Sam sighed with relief. “Oh, thank you, ma'am. Thank you, thank you, thank you.”
“You have to understand, Mr. Renaldi, this is only temporary.”
“Mr. Renaldi, I am a caseworker, not a judge. At some point, you are going to have to appear before a judge in family court.”
“And you'll tell him that Liam should stay with me, right?”
“I''ll give him my assessment but that's only part of the process.”
“Do I need a lawyer?”
Choosing her words carefully, she answered, “That depends.”
“On Liam's mother.”
“What do you mean?”
“Well, do you think Miss Pritchard would agree to terminate her parental rights?”
“Uh... no, she would never do that. I mean, Melissa isn't the greatest mother, she probably isn't even a good mother, but when she's not running around doing who knows what, she actually cares about Liam. Besides, that would probably screw up welfare when she applied. No, she wouldn't ever agree to something like that.”
“Then there's another option. It's called consent guardianship. The parent, Melissa in this case, would not lose her parental rights but you would gain custody and the right to make decisions for Liam. However, Miss Pritchard would have to either appear in court or, at least, sign papers to that effect that you could present to the judge.”
“Okay,” said Sam. “I think that would work. She trusts me. She knows I have Liam's best interests at heart.”
“Alright, then,” said Ms. Hunter, rising and extending her hand toward Sam. They shook hands. “I'll be in touch.”
“Okay, thanks. In the mean time?”
“In the meantime, keep doing what you've been doing. I have a large caseload, Mr. Renaldi, and sometimes things don't progress as fast as I would like. Here's my card. Any problems or questions, just give me a call.”
“Thank you, Miss Hunter. Thank you very much.”
He checked on Liam and found him sound asleep, his baseball glove pressed against his cheek.
He wanted to call Annie and tell her all about his encounter with Ms. Hunter but decided it was too late. They both needed their sleep.
Ms. Hunter kept her word and stayed in touch over the next couple months, still Sam wasn't expecting to see her in the stands for Liam's first ball game. And she wasn't alone. Sitting with her was her daughter, Tasha, a very nice looking young woman who Ms. Hunter boasted was a school teacher. “Do you have a boy playing?” he asked. “No, she said. “We're here to watch Liam.”
“Come, Mr. Renaldi, sit here with us.” Not sure if this was an official request, he decided to comply, just in case. He spotted Annie and Cole at the foot of the stands and whistled to get their attention. He made introductions all around as they joined the group and the women exchanged small talk till the game began.
With Liam playing right field, the opponent's lead off hitter blooped a hit over the first baseman which Liam charged with boy-like urgency and trapped in his glove. Sam stood up and shouted, “Throw to second, Liam. Throw to second.” Whether or not Liam heard, he couldn't be sure, but the boy threw a dart to second and prevented the batter from taking an extra base. He was surprised to hear Tasha shouting, “Way to go, Liam. Whoop whoop!” When Sam looked at her in wonder, she smiled and said, “ That's what we're here for, isn't it?”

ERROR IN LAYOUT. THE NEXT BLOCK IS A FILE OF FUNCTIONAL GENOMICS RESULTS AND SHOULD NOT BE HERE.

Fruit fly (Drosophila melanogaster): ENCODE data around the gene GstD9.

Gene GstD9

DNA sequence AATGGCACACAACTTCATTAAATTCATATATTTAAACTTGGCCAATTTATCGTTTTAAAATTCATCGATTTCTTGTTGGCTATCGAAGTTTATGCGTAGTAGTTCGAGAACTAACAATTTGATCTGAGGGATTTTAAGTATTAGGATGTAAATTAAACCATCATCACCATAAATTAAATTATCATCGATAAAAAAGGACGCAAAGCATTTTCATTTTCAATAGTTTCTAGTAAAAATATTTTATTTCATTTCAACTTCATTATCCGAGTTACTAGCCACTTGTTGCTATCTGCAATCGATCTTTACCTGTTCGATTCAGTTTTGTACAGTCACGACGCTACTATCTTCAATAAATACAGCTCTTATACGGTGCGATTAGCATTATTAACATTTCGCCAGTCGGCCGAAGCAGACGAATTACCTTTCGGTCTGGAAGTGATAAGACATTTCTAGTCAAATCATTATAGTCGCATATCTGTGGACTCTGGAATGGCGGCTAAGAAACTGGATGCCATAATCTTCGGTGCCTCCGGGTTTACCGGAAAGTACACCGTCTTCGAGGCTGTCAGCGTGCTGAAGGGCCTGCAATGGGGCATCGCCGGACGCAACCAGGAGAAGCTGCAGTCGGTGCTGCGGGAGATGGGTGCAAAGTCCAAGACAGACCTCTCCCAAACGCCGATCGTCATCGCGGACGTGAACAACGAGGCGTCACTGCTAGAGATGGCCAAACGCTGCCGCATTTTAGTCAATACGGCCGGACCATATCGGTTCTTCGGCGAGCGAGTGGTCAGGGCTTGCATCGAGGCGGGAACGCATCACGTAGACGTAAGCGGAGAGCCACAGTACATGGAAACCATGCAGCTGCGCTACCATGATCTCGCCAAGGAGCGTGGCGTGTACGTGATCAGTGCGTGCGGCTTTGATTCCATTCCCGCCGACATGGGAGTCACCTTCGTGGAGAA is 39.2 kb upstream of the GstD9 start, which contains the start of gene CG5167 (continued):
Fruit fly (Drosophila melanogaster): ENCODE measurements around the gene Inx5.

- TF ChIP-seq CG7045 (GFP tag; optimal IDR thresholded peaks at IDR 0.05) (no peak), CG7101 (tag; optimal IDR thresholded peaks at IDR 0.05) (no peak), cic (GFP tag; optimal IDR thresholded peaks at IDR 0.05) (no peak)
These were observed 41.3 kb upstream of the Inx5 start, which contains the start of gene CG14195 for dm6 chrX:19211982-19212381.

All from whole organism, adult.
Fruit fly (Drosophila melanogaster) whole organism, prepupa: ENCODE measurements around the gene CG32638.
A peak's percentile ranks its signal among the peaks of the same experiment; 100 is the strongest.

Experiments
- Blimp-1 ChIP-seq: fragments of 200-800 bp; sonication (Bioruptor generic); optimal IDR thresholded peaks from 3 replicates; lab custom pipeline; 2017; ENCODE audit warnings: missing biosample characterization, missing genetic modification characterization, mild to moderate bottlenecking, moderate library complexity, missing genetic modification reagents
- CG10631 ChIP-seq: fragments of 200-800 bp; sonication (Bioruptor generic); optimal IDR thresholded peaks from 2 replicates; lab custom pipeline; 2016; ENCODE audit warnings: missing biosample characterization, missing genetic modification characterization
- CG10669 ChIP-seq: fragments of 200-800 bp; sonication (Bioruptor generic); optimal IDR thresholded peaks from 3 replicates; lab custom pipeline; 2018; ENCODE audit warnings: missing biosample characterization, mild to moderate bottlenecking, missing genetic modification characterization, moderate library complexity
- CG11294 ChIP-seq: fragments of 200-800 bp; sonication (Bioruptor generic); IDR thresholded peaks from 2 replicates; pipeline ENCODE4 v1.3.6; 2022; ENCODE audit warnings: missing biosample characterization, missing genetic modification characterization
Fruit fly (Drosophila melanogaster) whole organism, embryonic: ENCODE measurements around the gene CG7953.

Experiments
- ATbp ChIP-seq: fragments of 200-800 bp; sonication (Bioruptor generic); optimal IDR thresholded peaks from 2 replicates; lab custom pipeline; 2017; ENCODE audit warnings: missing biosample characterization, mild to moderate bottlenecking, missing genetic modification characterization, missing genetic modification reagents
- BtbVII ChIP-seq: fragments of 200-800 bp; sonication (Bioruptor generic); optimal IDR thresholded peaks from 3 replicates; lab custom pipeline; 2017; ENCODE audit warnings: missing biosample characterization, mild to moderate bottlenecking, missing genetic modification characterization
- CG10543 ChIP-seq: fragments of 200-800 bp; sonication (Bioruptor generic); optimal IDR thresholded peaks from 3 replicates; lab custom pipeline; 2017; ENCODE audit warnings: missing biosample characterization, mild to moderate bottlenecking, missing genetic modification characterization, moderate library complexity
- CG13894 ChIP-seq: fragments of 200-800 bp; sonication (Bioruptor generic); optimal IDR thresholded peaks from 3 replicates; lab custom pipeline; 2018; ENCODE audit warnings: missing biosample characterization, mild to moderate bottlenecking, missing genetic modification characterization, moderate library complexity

“I should have warned you,” said Ms. Hunter. “She's a big baseball fan.”
In his only time at bat, Liam lined a ball into the left field gap – an easy double. His little cheering section, led by Sam and Tasha who was whistling like a construction worker, erupted.
When Althea Hunter learned that Liam was out of the game, she left but Tasha, saying she was having too much fun, decided to stick around. She and Annie were getting on like sorority sisters so he invited her to join them for pizza when the game ended. “With pepperoni?, she asked. “We can arrange that,” laughed Sam. “Okay,” she smiled, “I''m in.”
As the evening progressed, Sam fought off the idea that Tasha was there on her mother's behalf. She was just too nice. You would have thought that she and Annie were lifelong friends and her connection with the children was like magic. Everyone enjoyed themselves and, for a change, no worries or tension seeped into their experience.
As they gathered themselves to leave, she asked Sam when the next game was. He said he didn't know but he had a schedule at home. She grabbed his phone and entered her number. “Text me,” she said with a smile and a wink.
Tasha came for every game after that and was, as far as everyone was concerned, a welcome addition. Then, for one game, Annie couldn't make it which left Sam and Tasha alone in the cheering section. When Liam cracked a triple over the center fielder's head in the second inning that scored two runs, the stands erupted. Tasha leaned toward Sam and laid her head against his shoulder. “I really enjoy this, you know,” she said.
“Me, too,” said Sam.
Someone from the top row called down to them, “Is that your boy,” he asked.
“Yes, he is,” came Sam's quick reply. He looked at Tasha and smiled.
“You should do that more often,” she said.
“No, silly, smile.”
“Pizza,” asked Tasha, her big brown eyes filled with hope.
“Well, I've been thinking,” he began.
Her expression was playful and mocking. “Thinking?”
“Yeah, I've been thinking that instead eating the pizza at the pizza place we could bring it over my place and eat it there.”
She eyed him, her lips forming a contemplative pout. “Inviting me over to see your etchings, eh slugger?”
“Uh,” he started, “I don't have no etchings.”
“Oh, well, I guess it'll be okay then,” she said as she kissed him quickly on the lips.